Moreover, in many judicial pronouncements, Supreme Courts have held that just because one is a prostitute, it does not mean there are not entitled to be treated with dignity and respect. In the case of Madhukar Narayan Mardikar[30], it was held that the unchastity of woman does not make her open to any person to violate her as and when he wishes.  She is entitled to protect herself if there is an attempt to violate her body. Merely because she is of easy virtue, her evidence cannot be thrown overboard. Again in the case of Gurmit Singh[31], it was held by Punjab High Court that even when the victim is shown habituated to sex, the Court should not describe her as a loose character.

VII.            pros and cons of legalizing prostitution

There are different schools of thought regarding the legalization of prostitution, but Prohibitionist system & Tolerationist system are the most popular ones. The former one aims at imposing a criminal sanction to control the social evil of prostitution & to countenance it by amending the criminal law. This system bans prostitution and criminalizes all the people involved in it, including the client and the prostitute[32]. The later one state that prostitution is not a criminal activity, but a sexual act between two consenting individuals, and state is there to control the coerced/forced prostitution. It aims to prohibit trafficking of women for prostitution, pimping & under this act prostitutes are not criminalised for their work and have rights same as any other citizen[33].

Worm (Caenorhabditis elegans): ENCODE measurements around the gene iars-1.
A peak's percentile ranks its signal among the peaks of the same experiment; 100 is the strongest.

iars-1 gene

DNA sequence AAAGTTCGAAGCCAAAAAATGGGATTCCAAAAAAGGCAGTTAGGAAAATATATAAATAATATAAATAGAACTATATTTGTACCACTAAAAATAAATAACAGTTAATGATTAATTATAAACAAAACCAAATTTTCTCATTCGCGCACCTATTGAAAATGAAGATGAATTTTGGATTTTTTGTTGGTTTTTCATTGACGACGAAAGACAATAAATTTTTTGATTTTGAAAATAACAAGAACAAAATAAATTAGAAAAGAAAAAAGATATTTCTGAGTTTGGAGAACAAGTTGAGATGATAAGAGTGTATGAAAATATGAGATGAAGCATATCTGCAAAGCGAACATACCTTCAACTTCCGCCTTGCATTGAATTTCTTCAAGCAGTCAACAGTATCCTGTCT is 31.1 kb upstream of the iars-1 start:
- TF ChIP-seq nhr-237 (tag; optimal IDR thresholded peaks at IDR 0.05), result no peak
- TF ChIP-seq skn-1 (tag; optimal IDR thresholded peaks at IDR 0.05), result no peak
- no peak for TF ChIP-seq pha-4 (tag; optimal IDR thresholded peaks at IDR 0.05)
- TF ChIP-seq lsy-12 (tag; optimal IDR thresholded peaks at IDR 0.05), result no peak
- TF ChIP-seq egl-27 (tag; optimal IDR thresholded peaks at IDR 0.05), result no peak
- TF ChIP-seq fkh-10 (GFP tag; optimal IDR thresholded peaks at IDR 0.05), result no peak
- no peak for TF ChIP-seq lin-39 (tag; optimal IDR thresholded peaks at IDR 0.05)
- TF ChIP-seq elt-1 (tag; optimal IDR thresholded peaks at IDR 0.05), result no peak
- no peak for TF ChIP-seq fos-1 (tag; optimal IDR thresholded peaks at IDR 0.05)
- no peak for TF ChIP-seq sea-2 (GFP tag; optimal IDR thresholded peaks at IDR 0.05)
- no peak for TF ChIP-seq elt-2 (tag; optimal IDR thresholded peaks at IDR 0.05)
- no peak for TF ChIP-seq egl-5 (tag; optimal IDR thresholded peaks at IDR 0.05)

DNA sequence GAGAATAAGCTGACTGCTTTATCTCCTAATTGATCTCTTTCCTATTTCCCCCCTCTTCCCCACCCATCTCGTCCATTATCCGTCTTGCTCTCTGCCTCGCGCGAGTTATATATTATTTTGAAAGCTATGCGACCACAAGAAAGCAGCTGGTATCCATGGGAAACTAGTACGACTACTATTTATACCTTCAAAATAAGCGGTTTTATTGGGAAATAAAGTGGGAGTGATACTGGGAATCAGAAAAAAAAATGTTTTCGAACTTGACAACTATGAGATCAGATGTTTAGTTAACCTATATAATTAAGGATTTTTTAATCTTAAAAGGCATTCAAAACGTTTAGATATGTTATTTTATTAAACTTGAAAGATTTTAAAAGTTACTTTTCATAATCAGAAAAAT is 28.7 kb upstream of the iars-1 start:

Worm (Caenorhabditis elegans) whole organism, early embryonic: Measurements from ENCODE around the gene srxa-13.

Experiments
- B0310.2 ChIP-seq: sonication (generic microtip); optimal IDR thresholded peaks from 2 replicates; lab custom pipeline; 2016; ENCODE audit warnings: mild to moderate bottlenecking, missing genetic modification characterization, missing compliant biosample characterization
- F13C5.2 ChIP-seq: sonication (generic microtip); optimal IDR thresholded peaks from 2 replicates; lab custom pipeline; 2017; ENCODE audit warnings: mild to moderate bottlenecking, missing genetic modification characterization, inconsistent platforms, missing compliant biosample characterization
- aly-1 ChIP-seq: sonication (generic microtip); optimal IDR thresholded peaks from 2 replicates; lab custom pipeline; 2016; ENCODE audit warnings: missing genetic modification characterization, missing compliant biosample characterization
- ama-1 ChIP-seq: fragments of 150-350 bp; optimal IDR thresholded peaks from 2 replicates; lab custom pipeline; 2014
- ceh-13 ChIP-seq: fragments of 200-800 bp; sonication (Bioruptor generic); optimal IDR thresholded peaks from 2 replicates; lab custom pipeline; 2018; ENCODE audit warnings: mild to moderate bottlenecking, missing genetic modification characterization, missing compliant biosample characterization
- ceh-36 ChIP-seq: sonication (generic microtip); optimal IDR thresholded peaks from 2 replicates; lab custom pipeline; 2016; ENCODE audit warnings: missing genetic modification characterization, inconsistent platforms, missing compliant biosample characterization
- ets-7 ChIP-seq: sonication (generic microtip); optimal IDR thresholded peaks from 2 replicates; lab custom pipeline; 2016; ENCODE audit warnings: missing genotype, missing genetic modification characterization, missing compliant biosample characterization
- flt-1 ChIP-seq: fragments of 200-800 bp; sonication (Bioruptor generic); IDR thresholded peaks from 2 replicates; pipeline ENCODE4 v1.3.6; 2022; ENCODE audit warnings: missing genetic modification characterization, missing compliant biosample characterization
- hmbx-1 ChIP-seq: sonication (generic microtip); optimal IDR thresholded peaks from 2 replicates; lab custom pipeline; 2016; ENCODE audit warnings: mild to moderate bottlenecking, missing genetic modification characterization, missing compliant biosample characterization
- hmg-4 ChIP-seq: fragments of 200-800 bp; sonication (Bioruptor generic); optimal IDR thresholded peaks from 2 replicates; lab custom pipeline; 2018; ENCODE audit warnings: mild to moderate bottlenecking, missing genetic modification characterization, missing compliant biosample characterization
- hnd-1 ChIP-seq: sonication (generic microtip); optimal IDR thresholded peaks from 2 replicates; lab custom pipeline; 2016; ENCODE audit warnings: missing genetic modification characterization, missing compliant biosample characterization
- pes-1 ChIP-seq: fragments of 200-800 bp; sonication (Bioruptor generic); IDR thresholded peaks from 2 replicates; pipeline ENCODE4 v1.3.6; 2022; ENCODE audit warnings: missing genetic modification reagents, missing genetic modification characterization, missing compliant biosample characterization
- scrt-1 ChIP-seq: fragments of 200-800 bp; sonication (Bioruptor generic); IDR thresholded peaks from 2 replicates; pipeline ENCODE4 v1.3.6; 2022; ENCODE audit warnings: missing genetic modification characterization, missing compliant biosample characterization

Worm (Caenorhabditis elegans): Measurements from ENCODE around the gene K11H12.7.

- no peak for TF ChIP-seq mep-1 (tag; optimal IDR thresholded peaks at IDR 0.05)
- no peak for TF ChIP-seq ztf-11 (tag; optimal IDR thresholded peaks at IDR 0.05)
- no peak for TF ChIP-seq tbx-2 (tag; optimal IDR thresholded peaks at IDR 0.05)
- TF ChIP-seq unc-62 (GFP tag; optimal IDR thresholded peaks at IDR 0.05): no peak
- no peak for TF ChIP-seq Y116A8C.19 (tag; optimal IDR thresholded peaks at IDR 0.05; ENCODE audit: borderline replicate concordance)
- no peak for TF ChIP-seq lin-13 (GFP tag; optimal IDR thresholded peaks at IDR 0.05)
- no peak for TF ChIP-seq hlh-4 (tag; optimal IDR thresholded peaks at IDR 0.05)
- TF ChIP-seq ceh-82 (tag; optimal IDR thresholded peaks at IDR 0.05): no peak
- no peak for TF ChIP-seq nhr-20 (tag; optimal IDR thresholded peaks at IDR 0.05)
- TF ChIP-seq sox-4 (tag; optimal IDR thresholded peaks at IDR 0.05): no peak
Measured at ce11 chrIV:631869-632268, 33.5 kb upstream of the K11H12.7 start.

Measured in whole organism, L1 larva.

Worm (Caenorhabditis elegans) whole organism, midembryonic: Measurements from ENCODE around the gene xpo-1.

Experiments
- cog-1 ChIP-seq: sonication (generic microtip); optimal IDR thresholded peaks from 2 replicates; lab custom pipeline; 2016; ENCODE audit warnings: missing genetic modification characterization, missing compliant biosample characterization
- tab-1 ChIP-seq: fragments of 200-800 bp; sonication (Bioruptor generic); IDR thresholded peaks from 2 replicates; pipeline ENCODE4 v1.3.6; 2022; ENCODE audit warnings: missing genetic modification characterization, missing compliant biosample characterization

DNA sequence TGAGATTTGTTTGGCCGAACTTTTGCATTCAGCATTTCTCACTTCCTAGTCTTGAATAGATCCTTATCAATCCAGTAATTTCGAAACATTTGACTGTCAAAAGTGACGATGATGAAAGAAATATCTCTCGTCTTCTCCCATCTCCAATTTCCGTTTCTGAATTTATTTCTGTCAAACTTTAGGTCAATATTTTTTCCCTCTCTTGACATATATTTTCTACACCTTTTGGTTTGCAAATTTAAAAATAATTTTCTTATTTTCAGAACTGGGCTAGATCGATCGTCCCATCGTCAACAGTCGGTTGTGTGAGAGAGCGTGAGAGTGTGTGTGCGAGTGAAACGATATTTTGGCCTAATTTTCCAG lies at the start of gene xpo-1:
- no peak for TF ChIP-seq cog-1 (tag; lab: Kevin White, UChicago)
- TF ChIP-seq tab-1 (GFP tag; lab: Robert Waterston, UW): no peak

In support of legalising prostitution[34]:-

  1. The decrease in STDs: – Legalisation of prostitution would mean regular health check-ups for sex-workers and this will help in reducing STDs. Not only that, but it will also help in giving adequate birth control measures which shall in-turn help in preventing transmission of sexual disease to other customers. It will also provide a cleaner working environment with proper hygiene facilities and thus reducing the risk of any disease, causing an unhygienic environment. In Singapore[35], every customer is provided with a condom as a part of safer sex and prostitutes are required to maintain health cards.